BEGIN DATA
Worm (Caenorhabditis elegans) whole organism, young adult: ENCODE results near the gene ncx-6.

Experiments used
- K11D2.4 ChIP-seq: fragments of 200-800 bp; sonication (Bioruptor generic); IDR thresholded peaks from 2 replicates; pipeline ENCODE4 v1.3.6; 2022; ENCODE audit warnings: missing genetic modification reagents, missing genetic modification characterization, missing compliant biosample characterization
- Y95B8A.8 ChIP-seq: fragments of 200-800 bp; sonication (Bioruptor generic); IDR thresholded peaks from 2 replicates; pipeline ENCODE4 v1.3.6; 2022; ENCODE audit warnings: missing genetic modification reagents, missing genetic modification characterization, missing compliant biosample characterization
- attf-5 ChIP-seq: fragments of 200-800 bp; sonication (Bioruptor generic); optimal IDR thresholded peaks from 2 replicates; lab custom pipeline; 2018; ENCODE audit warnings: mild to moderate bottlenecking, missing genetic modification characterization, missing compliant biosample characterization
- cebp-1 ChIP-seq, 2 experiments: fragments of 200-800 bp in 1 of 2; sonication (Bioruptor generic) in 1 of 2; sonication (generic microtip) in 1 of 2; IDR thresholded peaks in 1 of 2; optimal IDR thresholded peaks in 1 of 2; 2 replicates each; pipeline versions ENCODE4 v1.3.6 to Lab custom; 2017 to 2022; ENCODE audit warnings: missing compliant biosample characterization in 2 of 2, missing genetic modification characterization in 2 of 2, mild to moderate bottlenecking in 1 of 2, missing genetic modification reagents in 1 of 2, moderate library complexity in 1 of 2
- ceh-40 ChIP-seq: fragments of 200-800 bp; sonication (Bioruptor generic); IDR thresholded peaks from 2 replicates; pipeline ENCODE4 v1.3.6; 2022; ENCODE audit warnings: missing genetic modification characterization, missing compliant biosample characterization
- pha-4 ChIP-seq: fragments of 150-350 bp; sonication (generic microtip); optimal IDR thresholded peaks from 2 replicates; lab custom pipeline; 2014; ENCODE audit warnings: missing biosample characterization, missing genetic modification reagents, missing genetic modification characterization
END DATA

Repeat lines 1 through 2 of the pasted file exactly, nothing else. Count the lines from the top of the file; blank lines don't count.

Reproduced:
Worm (Caenorhabditis elegans) whole organism, young adult: ENCODE results near the gene ncx-6.

Experiments used